Sunday, January 3, 2016

Aktuala - 1974 - La Terra

La Terra

01. Mina
02. Mud
03. Sar
04. La terra

- Walter Maioli / arabic oboe, wooden flute, naj, bass flute, maranzano, bass harmonica, reeds, whistles, bells
- Daniele Cavallanti / Soprano saxophone
- Antonio Cerantola / acoustic guitar, balalaika
- Lino "Capra" Vaccina / maroccan bongos, koborò, african drums, tabla, gong, xylophone, whistles, cymbals, musical bow, percussion
- Otto Corrado / Soprano saxophone, flute, bells
- Attilio Zanchi / acoustic guitar
- Marjon Klok / harp, Tamboura, bells
- Trilok Gurtu / tabla, snake drums, maroccan bongos, cymbals, xylophone, cow bells

 "La Terra" brings us some non-symphonic progressive greetings from Italy. In Aktuala's music many different styles blend as an unique ethnic batik, which should please the ears of the fans of world music and improvisational hypnotics.
The records begins with "Mina", an accordion associating first with western music, but this first impression is soon blurred with the tablas bringing Indian feeling to the sound. As the track opens, freely soloing tenor instruments start floating around, forming a Middle-East like patterns. The ecstatic rhythm pauses for awhile, until it is brought back by pounding dark voices. "Mud" begins with a haunting Islamic theme, which is accompanied by a hypnotic acoustic string instrument and the tablas. The dance of this trio morphs later as faster guitar driven passage, and the flute is changed to a jazzy saxophone, which brings some European influences along to this ethnic mix. Later a strong sound of a bow instrument is introduced, caressing the pulsing rhythm intensively in euphoric manner. Third impression "Sar" rises like a spider climbing up by it's web, which is weaved by help of high pitched harp strings, and soon the music begins to swirl around peacefully, allowing the baritone strings, tablas and flutes to start their geometrical movements, leading to a furious acoustic run.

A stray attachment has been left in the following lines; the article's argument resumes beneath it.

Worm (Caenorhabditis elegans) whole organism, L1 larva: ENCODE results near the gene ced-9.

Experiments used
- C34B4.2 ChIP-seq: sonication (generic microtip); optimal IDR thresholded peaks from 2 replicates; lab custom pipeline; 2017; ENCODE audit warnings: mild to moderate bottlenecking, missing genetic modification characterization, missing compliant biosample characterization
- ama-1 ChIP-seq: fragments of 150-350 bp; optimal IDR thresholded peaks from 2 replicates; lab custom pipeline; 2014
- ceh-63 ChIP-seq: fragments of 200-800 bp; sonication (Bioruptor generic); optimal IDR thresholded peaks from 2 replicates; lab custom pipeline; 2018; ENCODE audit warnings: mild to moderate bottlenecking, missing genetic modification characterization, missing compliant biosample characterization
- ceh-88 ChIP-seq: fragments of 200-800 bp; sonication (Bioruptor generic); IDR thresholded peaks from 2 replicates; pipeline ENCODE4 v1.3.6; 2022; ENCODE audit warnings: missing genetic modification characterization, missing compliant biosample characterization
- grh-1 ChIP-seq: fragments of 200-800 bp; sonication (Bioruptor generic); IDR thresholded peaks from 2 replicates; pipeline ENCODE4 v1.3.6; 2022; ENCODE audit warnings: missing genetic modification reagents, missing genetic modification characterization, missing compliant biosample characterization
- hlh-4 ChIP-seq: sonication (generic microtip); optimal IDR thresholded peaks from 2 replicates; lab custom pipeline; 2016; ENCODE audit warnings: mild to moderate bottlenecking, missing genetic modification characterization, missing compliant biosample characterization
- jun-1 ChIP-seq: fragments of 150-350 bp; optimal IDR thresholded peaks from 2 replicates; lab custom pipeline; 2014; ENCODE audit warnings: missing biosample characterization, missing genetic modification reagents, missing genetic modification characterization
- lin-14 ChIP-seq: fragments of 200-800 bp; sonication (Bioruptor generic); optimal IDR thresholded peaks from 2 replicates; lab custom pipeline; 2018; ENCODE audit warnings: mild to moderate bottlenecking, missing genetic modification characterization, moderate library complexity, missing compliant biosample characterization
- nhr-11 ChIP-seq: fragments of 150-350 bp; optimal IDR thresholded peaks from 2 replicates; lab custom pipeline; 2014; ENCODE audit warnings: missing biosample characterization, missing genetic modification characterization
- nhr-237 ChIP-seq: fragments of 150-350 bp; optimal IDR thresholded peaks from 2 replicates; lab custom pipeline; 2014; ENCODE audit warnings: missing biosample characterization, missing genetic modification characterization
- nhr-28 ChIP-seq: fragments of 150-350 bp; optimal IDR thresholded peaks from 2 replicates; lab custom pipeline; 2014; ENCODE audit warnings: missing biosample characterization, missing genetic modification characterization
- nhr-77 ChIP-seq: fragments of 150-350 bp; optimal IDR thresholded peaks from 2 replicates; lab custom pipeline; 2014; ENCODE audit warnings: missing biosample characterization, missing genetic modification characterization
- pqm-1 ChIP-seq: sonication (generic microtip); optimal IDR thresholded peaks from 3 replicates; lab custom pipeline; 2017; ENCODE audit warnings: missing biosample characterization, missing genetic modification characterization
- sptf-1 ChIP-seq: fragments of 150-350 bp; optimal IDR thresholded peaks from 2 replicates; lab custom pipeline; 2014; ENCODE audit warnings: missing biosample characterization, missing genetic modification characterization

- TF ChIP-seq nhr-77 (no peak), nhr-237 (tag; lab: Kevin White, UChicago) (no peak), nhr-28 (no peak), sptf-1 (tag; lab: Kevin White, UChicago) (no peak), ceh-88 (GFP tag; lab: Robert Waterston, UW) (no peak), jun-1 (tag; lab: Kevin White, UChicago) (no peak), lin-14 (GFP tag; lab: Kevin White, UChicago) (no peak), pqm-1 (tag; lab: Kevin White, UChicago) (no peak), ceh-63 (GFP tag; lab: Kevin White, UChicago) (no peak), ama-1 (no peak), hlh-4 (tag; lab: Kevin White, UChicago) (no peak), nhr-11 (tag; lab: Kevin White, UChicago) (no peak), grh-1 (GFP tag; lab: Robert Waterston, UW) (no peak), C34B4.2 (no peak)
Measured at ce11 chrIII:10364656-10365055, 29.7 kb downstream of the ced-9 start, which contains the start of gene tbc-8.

The last title song is the longest one of the four, lasting a bit over ten minutes, as the three previous had duration between six to eight minutes. The beginning of "La Terra" is a large peaceful space created by an Indian like monotonous drone, some casual touches of metallic percussive and bird-like shrieks. Guitars begin to carve out concrete shapes from this hazy mist, and later a flute and a harp are joined. Tempo starts to grow slowly, reaching the climax after about five minutes, leaving relaxing guitar patterns to linger in the air. Another variation of this run follows soon, lead by the pulse of a mouth harp, then fading into the silence.

Along with few other uses of in and out fadings done during the mixing of this album, it is hard for me to find anything else to criticize on this fabulous album. And these solutions are not as irritating in this kind of slow and ethereal music, as they can be when used in rock music. This record can be recommended to be listened whilst burning incenses, charming snakes and among other activites of mystic piety.

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